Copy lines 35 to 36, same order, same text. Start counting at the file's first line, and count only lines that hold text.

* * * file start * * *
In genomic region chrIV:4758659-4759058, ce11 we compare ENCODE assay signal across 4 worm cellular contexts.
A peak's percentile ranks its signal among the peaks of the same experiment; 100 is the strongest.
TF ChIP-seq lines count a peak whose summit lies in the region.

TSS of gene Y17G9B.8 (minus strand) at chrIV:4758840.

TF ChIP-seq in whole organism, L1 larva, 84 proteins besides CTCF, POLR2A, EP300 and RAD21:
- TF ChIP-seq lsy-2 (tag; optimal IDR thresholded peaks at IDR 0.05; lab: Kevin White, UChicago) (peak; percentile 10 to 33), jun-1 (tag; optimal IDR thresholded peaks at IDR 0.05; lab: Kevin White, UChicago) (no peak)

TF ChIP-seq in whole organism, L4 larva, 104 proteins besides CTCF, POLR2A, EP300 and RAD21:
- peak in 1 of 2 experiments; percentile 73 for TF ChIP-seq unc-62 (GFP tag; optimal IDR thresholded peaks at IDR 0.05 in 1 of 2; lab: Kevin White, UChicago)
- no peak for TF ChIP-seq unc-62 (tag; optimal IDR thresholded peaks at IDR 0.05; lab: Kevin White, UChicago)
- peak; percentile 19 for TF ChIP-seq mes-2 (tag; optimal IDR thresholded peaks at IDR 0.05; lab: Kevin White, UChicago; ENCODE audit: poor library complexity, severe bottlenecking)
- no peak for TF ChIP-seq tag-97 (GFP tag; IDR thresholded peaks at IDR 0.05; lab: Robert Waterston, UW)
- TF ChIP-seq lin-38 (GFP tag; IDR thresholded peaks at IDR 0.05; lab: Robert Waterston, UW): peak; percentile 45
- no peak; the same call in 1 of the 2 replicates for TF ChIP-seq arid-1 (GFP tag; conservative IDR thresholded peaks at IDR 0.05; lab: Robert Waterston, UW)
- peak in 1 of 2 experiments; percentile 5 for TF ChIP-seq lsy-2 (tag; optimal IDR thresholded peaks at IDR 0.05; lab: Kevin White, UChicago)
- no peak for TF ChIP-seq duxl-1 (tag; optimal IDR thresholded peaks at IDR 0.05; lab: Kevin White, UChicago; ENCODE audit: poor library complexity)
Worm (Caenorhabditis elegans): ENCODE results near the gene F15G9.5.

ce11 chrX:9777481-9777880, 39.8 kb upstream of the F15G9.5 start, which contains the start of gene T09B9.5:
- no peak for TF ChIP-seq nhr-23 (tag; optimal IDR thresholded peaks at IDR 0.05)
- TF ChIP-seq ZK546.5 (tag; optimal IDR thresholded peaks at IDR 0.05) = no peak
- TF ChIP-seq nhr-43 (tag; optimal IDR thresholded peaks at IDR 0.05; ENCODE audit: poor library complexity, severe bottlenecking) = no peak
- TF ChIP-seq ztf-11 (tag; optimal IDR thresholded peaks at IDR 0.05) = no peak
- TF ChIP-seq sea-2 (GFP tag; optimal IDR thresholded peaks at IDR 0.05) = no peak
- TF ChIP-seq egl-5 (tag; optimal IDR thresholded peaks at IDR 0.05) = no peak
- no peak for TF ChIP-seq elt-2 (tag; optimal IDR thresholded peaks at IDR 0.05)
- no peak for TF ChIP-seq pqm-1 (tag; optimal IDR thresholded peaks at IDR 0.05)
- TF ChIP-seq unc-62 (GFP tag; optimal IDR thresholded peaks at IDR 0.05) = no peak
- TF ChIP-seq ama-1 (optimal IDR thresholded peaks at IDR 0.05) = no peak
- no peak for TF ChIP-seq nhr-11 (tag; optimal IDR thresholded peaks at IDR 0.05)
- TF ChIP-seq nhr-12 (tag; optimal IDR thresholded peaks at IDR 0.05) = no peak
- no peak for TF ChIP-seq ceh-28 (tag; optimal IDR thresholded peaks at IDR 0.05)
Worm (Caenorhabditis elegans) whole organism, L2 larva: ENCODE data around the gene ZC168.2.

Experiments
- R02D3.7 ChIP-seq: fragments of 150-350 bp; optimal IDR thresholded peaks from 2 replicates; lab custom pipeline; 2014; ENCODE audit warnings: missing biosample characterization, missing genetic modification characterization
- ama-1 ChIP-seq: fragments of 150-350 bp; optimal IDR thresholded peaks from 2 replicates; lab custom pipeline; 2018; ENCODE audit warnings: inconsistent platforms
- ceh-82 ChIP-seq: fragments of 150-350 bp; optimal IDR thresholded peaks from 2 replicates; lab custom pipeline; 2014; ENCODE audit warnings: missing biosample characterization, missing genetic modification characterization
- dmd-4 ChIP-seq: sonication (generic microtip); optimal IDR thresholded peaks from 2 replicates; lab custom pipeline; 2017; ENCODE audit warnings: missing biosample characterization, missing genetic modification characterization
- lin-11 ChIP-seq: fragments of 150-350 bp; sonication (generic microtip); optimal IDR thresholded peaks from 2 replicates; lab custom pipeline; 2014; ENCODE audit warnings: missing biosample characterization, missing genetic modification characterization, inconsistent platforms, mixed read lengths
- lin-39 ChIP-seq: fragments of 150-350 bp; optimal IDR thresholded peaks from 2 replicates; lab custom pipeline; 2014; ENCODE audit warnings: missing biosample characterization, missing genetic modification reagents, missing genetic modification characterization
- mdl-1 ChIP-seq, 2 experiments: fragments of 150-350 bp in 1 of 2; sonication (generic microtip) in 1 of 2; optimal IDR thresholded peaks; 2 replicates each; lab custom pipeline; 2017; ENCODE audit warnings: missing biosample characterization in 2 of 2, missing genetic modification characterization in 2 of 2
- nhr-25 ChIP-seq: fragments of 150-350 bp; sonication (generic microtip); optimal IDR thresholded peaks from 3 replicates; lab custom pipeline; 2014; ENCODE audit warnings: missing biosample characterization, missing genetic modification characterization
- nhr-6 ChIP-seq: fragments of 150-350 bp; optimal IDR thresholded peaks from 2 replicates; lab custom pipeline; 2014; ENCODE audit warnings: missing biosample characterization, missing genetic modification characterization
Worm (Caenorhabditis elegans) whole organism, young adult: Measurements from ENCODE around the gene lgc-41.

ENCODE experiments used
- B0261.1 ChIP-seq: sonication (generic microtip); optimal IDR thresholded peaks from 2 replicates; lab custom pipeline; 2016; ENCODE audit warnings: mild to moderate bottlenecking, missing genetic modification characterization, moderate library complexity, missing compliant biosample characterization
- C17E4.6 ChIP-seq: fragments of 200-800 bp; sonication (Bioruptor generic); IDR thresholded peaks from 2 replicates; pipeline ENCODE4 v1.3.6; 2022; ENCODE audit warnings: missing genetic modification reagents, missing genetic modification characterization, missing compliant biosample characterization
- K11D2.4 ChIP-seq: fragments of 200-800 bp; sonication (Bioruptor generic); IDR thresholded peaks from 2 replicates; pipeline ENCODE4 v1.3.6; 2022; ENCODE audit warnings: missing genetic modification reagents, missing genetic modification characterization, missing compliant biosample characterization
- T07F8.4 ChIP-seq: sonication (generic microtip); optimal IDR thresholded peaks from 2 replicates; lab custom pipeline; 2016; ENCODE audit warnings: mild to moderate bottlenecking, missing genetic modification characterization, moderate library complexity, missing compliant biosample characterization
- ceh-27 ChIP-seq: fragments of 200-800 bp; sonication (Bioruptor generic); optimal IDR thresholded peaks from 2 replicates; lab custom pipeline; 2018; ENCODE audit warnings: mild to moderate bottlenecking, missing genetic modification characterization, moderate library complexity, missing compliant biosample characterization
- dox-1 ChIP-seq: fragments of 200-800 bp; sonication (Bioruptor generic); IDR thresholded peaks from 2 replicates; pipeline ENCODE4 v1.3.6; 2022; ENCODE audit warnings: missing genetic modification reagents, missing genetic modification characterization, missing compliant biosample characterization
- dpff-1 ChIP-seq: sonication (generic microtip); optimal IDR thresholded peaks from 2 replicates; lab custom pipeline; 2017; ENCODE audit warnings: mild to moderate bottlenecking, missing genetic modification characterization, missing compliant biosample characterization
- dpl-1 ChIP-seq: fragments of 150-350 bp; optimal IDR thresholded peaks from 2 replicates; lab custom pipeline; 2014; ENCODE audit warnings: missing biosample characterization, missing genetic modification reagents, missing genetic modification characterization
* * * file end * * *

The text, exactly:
- ceh-82 ChIP-seq: fragments of 150-350 bp; optimal IDR thresholded peaks from 2 replicates; lab custom pipeline; 2014; ENCODE audit warnings: missing biosample characterization, missing genetic modification characterization
- dmd-4 ChIP-seq: sonication (generic microtip); optimal IDR thresholded peaks from 2 replicates; lab custom pipeline; 2017; ENCODE audit warnings: missing biosample characterization, missing genetic modification characterization